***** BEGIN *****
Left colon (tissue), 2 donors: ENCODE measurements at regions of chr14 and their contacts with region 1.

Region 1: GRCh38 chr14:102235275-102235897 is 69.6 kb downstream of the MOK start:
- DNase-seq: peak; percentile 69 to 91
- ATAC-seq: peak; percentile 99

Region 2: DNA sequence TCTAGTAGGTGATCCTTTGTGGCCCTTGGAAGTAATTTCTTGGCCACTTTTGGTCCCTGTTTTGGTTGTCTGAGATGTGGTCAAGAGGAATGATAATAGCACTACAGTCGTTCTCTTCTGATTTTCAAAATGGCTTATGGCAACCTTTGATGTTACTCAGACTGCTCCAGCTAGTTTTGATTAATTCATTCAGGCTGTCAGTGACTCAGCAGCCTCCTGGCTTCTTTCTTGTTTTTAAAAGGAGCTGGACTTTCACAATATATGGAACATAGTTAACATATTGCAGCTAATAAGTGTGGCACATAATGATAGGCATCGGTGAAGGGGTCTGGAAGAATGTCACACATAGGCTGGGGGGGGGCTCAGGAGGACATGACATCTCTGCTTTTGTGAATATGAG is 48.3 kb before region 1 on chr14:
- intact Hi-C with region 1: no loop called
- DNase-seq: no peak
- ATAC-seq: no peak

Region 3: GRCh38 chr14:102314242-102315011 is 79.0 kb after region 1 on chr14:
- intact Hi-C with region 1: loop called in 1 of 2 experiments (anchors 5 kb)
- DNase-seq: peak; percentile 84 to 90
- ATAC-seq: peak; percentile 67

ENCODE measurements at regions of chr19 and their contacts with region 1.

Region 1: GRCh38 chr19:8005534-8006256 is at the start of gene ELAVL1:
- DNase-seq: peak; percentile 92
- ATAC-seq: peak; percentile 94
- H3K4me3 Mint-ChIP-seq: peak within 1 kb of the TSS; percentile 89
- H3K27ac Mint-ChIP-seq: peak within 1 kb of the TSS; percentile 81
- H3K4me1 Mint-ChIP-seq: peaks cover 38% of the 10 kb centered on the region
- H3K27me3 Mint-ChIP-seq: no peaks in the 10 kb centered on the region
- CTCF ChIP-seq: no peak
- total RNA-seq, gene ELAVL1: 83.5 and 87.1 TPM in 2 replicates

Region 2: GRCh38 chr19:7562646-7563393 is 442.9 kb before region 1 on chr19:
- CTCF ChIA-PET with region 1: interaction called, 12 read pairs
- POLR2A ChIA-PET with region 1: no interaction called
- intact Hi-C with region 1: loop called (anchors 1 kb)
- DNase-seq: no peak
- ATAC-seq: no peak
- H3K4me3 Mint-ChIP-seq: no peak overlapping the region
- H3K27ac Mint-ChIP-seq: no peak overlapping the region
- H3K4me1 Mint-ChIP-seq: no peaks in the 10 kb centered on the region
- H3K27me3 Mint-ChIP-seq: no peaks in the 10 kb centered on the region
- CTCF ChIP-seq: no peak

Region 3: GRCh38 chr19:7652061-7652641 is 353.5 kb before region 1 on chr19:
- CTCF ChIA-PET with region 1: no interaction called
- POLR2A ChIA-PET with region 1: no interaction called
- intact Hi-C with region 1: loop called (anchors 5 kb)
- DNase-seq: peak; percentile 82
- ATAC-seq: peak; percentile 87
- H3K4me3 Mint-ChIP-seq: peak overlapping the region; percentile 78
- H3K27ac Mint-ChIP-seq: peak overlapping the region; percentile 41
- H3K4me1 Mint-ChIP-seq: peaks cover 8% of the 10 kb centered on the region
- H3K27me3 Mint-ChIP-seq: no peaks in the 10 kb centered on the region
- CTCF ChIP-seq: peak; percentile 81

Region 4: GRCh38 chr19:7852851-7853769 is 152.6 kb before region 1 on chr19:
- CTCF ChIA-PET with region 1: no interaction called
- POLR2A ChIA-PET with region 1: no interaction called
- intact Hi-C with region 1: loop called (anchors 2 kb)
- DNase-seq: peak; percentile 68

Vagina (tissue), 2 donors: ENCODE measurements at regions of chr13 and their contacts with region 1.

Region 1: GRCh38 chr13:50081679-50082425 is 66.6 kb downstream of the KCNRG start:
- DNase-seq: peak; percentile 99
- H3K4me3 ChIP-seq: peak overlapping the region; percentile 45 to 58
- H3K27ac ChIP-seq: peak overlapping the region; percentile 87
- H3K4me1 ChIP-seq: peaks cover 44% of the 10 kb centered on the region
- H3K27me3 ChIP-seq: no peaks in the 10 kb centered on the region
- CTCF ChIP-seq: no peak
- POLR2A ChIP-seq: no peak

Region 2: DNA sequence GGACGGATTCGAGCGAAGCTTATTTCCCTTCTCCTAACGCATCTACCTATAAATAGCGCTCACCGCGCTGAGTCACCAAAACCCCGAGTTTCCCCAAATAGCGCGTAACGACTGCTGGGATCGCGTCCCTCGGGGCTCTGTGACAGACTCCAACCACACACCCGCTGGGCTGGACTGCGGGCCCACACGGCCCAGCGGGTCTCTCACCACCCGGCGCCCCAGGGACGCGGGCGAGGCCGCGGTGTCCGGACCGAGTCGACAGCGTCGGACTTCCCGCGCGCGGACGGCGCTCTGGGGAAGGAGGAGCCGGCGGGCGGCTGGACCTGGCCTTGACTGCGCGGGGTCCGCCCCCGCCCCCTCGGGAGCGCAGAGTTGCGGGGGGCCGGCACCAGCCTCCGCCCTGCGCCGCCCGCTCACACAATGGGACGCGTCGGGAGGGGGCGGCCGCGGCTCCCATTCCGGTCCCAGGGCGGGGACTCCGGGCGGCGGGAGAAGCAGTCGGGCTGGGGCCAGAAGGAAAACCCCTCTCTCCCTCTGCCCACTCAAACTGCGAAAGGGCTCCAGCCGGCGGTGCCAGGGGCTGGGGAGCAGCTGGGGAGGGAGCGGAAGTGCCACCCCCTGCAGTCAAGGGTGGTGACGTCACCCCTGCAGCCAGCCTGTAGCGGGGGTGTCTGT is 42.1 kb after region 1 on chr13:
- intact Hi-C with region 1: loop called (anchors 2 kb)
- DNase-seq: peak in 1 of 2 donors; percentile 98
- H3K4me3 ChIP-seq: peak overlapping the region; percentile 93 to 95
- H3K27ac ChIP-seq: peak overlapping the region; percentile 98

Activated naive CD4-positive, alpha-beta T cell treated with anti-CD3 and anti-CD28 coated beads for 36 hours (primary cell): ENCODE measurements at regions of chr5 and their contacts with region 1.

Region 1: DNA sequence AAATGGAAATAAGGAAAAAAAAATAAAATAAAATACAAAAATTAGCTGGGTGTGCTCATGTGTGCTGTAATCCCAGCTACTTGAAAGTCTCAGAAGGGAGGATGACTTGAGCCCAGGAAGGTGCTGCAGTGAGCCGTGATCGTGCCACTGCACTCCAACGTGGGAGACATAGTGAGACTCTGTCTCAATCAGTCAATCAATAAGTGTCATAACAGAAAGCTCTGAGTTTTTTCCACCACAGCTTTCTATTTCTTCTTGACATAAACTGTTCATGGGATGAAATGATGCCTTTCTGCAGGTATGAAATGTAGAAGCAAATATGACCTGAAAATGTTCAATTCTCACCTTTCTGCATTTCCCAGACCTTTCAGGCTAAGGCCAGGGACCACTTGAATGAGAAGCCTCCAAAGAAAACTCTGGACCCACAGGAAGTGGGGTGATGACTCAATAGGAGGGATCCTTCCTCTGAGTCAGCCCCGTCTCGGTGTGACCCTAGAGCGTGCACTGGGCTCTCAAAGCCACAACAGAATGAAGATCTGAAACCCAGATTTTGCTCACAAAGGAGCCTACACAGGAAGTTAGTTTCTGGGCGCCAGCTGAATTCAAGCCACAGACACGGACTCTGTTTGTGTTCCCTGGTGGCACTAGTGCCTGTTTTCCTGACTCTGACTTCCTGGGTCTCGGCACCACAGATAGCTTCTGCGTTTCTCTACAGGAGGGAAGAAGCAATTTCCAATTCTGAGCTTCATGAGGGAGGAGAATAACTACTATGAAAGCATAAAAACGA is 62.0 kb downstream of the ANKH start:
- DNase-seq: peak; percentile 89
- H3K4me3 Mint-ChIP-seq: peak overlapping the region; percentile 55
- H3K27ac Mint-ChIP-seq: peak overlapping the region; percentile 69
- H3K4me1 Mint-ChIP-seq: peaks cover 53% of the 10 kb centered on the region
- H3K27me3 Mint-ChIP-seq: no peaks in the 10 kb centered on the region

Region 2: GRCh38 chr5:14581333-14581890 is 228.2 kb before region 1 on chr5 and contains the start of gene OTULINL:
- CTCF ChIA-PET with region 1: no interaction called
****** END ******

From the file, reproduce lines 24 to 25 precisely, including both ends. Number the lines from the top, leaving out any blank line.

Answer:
- CTCF ChIA-PET with region 1: interaction called, 12 read pairs
- POLR2A ChIA-PET with region 1: no interaction called